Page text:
Most overrated prospects in the 2023 NFL Draft

The 2023 NFL Draft is just a month away and while all 32 teams are counting down the days until they can make their selections, there isn’t quite as much buzz for this year’s prospects as previous draft classes.

The lack of pre-draft buzz surrounding the best players in the 2023 NFL Draft class is a reflection of several factors. Jalen Carter, the consensus No. 1 prospect, diminished his draft stock with off-field issues and a concerning performance at his Pro Day. As for the top quarterback prospects, both Bryce Young and C.J. Stroud have specific concerns with traits that keep them from being viewed as generational talents.

Related: 2023 NFL draft order

There is certainly plenty of hype surrounding many of the 2023 draft prospects. While some of it is warranted and some other players are flying under the radar, a view top prospects might be receiving too much buzz heading into April.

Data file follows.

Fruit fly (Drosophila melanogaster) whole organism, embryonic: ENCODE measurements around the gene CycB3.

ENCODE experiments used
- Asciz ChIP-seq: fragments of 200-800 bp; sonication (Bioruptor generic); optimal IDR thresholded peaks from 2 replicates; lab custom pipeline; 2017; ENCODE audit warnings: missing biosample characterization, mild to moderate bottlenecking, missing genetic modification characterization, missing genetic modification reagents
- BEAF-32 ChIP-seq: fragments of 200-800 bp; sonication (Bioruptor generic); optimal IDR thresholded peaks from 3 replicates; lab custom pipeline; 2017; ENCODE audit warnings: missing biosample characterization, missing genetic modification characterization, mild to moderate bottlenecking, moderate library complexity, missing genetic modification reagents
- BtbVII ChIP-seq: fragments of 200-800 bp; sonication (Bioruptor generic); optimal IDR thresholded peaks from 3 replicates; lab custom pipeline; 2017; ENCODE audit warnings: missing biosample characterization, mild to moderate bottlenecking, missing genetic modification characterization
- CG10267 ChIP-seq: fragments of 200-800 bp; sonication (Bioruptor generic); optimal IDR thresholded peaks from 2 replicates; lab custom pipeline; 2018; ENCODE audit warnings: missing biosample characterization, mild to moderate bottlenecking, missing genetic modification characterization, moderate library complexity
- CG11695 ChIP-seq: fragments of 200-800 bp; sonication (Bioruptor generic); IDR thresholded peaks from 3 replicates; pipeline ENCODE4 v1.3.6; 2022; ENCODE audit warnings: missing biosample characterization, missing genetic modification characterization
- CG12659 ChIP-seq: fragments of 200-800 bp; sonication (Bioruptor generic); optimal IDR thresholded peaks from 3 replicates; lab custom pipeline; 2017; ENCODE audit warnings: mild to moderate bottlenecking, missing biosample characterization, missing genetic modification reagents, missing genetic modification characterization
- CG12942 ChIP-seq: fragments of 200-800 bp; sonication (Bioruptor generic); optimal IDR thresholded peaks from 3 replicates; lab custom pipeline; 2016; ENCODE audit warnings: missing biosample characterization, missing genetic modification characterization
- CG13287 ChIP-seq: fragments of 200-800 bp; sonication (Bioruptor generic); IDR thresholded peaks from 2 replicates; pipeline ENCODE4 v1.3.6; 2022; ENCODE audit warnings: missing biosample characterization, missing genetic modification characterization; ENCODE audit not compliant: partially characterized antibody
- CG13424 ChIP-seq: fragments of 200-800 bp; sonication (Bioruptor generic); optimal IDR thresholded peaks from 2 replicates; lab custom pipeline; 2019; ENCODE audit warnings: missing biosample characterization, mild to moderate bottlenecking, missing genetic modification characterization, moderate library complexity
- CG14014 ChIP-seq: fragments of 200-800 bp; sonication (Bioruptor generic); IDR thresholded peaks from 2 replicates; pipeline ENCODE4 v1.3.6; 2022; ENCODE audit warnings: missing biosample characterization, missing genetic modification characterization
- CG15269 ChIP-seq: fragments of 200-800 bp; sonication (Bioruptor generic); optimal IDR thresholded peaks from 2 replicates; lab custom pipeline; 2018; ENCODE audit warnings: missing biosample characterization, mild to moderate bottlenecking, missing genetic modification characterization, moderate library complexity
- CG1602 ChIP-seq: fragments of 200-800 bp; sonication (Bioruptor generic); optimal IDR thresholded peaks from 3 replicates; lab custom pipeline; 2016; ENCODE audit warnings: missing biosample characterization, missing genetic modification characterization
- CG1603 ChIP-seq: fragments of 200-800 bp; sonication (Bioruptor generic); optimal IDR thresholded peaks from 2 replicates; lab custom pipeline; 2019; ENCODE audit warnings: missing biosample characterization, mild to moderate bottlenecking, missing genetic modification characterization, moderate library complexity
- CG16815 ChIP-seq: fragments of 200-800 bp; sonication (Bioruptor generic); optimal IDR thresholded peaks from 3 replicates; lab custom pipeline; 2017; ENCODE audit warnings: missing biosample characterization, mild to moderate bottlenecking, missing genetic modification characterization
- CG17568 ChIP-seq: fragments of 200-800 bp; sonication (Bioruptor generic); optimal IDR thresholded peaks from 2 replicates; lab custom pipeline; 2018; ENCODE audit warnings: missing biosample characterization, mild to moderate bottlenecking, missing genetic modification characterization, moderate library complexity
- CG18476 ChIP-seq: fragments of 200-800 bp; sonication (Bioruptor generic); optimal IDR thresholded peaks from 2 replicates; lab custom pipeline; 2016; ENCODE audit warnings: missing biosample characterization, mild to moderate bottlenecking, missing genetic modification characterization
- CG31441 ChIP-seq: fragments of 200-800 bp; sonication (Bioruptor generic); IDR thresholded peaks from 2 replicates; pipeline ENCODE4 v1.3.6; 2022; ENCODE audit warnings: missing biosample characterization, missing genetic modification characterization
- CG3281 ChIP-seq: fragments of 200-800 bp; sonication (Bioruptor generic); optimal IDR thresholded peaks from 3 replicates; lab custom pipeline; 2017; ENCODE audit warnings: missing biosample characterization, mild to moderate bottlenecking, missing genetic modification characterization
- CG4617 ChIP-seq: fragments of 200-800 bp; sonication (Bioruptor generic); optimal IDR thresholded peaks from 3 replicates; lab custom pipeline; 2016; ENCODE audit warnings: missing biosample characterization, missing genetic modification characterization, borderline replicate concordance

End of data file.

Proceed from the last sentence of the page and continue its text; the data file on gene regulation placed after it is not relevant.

Let’s dive into the most overrated prospects in the 2023 NFL Draft.

Will Levis, quarterback, Kentucky

NFL: Combine
Kirby Lee-USA TODAY Sports

It’s obvious why NFL teams like Kentucky quarterback Will Levis. Standing at 6-foot-4, he offers the prototypical tools that coaches identify with a franchise-caliber passer. Levis also boasts the strongest arm in the 2023 NFL Draft, offering tantalizing potential that some in the league can be molded into him becoming the next Josh Allen.

However, there are quite a few issues. Going off Bill Parcels’ rules for drafting a quarterback, Levis falls short in several areas. While Levis is a graduating senior and completed 65.4 percent of his passes as a starter at Kentucky, he won just 17 games as a two-year starter and posted a 19-10 TD-INT ratio as a senior.

  • Will Levis stats (career): 46-25 TD-INT ratio, 145.6 QB rating, 5,876 pass yards in 38 games

Levis also struggled in a lot of notable games. He posted an 8-7 TD-INT ratio against SEC opponents this year, compared to a 7-1 TD-INT line against MAC opponents. He also attempted a high number of passes behind the line of scrimmage (23.4% per Pro Football Focus) and he was pedestrian (75.5 NFL QB rating) on deep throws.

Related: Anthony Richardson scouting report